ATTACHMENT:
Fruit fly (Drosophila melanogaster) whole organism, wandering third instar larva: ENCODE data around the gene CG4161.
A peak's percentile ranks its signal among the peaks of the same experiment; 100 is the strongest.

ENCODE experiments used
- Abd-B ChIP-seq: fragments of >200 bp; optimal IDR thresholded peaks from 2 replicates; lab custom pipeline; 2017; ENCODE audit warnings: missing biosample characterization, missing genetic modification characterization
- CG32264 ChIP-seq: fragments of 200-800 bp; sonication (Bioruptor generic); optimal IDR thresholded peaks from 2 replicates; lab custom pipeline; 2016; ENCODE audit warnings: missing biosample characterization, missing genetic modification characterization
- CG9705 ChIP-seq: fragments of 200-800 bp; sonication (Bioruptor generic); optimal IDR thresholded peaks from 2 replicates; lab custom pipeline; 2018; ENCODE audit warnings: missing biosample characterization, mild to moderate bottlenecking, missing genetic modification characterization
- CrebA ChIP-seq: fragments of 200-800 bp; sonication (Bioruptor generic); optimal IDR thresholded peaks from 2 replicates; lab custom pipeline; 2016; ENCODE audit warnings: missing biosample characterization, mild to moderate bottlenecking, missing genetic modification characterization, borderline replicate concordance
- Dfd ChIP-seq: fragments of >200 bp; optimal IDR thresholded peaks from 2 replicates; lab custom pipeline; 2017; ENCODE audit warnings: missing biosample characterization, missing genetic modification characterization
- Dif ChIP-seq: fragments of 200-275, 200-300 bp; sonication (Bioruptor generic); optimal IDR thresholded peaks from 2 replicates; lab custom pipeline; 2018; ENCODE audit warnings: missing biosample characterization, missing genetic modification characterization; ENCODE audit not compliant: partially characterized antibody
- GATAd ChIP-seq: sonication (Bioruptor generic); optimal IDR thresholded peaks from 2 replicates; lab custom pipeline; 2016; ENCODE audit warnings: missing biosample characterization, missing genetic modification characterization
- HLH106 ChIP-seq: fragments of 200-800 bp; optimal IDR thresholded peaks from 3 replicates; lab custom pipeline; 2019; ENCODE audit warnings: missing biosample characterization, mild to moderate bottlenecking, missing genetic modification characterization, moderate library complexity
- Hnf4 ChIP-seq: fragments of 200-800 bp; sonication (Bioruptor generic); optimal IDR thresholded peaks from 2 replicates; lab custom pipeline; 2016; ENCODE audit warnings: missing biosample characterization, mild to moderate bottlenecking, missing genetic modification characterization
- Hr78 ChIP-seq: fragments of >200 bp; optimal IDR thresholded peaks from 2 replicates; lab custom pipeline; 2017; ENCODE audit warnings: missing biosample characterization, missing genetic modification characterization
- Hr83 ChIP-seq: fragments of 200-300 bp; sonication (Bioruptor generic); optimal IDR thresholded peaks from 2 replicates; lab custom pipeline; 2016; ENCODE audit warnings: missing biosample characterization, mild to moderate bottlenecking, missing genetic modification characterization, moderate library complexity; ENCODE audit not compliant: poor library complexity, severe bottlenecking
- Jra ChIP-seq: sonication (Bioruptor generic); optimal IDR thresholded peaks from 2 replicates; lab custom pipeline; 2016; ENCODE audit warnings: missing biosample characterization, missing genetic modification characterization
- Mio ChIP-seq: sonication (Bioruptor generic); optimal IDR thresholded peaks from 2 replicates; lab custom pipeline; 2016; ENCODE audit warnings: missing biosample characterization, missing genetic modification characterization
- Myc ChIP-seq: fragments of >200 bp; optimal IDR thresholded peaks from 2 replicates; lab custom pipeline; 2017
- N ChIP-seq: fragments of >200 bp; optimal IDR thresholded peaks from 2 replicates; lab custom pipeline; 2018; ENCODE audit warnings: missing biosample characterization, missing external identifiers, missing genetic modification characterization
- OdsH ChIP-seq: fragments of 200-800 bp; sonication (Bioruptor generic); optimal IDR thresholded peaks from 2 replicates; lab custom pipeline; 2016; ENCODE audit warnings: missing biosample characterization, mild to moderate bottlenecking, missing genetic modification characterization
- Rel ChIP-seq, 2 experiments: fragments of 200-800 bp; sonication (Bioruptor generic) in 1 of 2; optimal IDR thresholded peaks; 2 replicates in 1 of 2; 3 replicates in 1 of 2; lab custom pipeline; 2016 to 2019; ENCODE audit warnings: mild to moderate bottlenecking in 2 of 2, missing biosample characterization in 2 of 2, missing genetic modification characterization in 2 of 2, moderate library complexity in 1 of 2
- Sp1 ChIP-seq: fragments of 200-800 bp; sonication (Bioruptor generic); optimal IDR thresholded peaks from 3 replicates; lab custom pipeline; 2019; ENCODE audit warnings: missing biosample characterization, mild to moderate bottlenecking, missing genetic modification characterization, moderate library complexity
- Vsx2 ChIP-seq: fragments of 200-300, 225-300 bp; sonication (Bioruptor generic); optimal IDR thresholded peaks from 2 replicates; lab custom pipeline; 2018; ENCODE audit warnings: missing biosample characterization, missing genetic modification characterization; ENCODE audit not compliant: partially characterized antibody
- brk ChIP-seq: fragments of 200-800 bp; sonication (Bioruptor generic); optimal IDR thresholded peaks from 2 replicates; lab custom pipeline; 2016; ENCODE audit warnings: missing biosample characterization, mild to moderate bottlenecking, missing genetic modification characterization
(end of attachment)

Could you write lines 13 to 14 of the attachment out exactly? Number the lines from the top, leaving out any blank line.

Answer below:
- Hr78 ChIP-seq: fragments of >200 bp; optimal IDR thresholded peaks from 2 replicates; lab custom pipeline; 2017; ENCODE audit warnings: missing biosample characterization, missing genetic modification characterization
- Hr83 ChIP-seq: fragments of 200-300 bp; sonication (Bioruptor generic); optimal IDR thresholded peaks from 2 replicates; lab custom pipeline; 2016; ENCODE audit warnings: missing biosample characterization, mild to moderate bottlenecking, missing genetic modification characterization, moderate library complexity; ENCODE audit not compliant: poor library complexity, severe bottlenecking